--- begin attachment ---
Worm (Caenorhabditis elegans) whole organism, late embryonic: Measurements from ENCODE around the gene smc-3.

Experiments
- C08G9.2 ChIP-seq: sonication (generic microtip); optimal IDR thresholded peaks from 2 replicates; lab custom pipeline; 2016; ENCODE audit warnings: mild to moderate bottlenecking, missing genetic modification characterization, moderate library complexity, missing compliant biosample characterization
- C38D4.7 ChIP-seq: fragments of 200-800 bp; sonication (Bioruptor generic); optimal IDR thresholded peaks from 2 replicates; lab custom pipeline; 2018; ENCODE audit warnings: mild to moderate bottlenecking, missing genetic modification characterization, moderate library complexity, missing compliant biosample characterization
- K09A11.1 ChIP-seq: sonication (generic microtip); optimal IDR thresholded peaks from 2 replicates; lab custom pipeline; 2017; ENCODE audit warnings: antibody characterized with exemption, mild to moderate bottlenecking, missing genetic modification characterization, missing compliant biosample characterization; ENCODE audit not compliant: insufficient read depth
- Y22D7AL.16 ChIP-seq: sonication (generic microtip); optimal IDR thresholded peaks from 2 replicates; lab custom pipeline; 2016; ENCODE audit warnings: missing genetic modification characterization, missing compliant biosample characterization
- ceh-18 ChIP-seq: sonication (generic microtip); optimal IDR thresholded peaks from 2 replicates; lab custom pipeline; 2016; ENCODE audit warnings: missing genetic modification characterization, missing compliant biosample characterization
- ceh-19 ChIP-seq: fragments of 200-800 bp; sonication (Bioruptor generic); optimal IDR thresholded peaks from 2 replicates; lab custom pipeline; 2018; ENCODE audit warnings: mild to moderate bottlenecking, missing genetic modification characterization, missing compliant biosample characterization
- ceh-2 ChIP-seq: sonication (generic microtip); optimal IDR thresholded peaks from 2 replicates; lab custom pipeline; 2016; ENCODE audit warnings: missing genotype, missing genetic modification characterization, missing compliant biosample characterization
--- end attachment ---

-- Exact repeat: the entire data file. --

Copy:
Worm (Caenorhabditis elegans) whole organism, late embryonic: Measurements from ENCODE around the gene smc-3.

Experiments
- C08G9.2 ChIP-seq: sonication (generic microtip); optimal IDR thresholded peaks from 2 replicates; lab custom pipeline; 2016; ENCODE audit warnings: mild to moderate bottlenecking, missing genetic modification characterization, moderate library complexity, missing compliant biosample characterization
- C38D4.7 ChIP-seq: fragments of 200-800 bp; sonication (Bioruptor generic); optimal IDR thresholded peaks from 2 replicates; lab custom pipeline; 2018; ENCODE audit warnings: mild to moderate bottlenecking, missing genetic modification characterization, moderate library complexity, missing compliant biosample characterization
- K09A11.1 ChIP-seq: sonication (generic microtip); optimal IDR thresholded peaks from 2 replicates; lab custom pipeline; 2017; ENCODE audit warnings: antibody characterized with exemption, mild to moderate bottlenecking, missing genetic modification characterization, missing compliant biosample characterization; ENCODE audit not compliant: insufficient read depth
- Y22D7AL.16 ChIP-seq: sonication (generic microtip); optimal IDR thresholded peaks from 2 replicates; lab custom pipeline; 2016; ENCODE audit warnings: missing genetic modification characterization, missing compliant biosample characterization
- ceh-18 ChIP-seq: sonication (generic microtip); optimal IDR thresholded peaks from 2 replicates; lab custom pipeline; 2016; ENCODE audit warnings: missing genetic modification characterization, missing compliant biosample characterization
- ceh-19 ChIP-seq: fragments of 200-800 bp; sonication (Bioruptor generic); optimal IDR thresholded peaks from 2 replicates; lab custom pipeline; 2018; ENCODE audit warnings: mild to moderate bottlenecking, missing genetic modification characterization, missing compliant biosample characterization
- ceh-2 ChIP-seq: sonication (generic microtip); optimal IDR thresholded peaks from 2 replicates; lab custom pipeline; 2016; ENCODE audit warnings: missing genotype, missing genetic modification characterization, missing compliant biosample characterization